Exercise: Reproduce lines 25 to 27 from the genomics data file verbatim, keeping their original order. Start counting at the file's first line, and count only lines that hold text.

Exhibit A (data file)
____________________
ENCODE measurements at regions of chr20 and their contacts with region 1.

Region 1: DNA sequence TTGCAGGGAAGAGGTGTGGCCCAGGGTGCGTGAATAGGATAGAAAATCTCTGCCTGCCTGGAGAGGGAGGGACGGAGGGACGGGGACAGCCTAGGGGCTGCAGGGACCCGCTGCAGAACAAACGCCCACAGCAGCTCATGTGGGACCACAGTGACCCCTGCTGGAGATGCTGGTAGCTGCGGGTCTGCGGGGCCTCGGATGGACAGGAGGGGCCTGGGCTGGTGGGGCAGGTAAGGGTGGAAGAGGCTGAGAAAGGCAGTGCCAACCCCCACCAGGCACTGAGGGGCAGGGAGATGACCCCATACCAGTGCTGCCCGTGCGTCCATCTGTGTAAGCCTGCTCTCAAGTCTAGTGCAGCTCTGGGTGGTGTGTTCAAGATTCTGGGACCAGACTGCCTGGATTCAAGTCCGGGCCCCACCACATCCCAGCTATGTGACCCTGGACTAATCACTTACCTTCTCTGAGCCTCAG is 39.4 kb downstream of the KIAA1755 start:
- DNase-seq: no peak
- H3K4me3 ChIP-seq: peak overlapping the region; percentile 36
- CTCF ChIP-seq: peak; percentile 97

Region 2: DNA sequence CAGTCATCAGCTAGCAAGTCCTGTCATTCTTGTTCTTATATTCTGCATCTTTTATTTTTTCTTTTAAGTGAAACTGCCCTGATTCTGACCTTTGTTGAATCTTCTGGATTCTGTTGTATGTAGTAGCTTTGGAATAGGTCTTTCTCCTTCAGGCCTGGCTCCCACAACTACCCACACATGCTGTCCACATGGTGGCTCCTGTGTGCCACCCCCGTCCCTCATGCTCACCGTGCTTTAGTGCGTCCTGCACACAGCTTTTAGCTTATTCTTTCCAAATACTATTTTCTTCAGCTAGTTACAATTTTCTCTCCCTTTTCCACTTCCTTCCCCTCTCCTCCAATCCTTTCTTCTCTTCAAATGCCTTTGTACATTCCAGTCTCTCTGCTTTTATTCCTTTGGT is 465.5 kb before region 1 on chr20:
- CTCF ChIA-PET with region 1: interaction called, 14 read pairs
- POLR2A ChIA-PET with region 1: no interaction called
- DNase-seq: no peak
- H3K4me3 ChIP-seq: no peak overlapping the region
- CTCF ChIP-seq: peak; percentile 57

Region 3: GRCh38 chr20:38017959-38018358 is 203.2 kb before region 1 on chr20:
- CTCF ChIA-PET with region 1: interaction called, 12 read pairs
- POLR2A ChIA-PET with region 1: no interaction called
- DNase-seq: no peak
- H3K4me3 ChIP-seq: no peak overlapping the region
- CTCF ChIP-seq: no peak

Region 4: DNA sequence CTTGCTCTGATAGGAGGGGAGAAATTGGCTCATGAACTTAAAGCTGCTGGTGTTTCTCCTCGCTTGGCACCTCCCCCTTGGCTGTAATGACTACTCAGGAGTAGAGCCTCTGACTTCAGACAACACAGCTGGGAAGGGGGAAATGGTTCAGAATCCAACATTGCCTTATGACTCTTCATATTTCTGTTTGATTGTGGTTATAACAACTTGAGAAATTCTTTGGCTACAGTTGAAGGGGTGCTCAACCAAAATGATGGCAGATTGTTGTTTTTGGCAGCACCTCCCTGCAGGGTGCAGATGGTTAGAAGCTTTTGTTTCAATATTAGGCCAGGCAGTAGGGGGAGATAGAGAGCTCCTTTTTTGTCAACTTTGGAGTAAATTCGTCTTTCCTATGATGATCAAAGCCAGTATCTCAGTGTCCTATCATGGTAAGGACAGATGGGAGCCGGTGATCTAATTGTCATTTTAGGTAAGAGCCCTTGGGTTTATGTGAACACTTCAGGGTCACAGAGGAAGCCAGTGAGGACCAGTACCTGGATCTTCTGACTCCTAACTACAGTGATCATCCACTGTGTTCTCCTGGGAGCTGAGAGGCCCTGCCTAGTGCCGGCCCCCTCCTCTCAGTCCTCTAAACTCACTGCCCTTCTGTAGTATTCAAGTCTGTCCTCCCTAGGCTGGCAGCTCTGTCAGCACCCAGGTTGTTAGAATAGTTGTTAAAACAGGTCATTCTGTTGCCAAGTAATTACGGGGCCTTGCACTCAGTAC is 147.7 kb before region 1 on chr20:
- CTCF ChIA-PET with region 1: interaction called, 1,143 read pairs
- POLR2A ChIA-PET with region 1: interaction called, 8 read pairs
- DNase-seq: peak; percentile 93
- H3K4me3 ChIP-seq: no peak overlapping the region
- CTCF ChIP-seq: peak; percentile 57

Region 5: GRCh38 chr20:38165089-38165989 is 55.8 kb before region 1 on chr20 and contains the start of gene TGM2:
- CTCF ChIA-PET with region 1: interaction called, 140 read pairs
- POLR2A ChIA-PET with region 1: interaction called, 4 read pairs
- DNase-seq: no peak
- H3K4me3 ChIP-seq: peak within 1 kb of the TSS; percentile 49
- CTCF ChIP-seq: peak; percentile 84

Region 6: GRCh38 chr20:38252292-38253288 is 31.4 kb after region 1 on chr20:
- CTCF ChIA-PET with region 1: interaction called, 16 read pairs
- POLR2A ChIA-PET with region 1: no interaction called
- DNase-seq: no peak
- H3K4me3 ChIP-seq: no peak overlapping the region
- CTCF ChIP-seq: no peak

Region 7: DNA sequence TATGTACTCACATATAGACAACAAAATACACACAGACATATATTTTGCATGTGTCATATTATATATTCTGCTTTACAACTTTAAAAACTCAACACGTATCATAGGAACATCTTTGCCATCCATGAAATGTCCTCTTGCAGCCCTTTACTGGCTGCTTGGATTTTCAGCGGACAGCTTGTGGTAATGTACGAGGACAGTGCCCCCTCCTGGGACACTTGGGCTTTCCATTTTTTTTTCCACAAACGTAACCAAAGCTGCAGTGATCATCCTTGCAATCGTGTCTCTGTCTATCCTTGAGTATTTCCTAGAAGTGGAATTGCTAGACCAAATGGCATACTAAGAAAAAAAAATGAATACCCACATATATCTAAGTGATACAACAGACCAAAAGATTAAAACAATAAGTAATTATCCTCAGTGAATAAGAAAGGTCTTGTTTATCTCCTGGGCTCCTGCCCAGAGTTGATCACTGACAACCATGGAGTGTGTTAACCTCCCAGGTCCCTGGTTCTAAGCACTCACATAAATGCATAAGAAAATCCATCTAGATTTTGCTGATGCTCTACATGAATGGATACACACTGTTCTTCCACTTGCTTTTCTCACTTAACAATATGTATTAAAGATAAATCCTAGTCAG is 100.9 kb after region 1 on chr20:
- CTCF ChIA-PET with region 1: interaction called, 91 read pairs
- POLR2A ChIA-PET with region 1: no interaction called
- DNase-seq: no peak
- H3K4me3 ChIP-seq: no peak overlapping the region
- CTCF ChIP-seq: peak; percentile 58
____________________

- CTCF ChIA-PET with region 1: interaction called, 140 read pairs
- POLR2A ChIA-PET with region 1: interaction called, 4 read pairs
- DNase-seq: no peak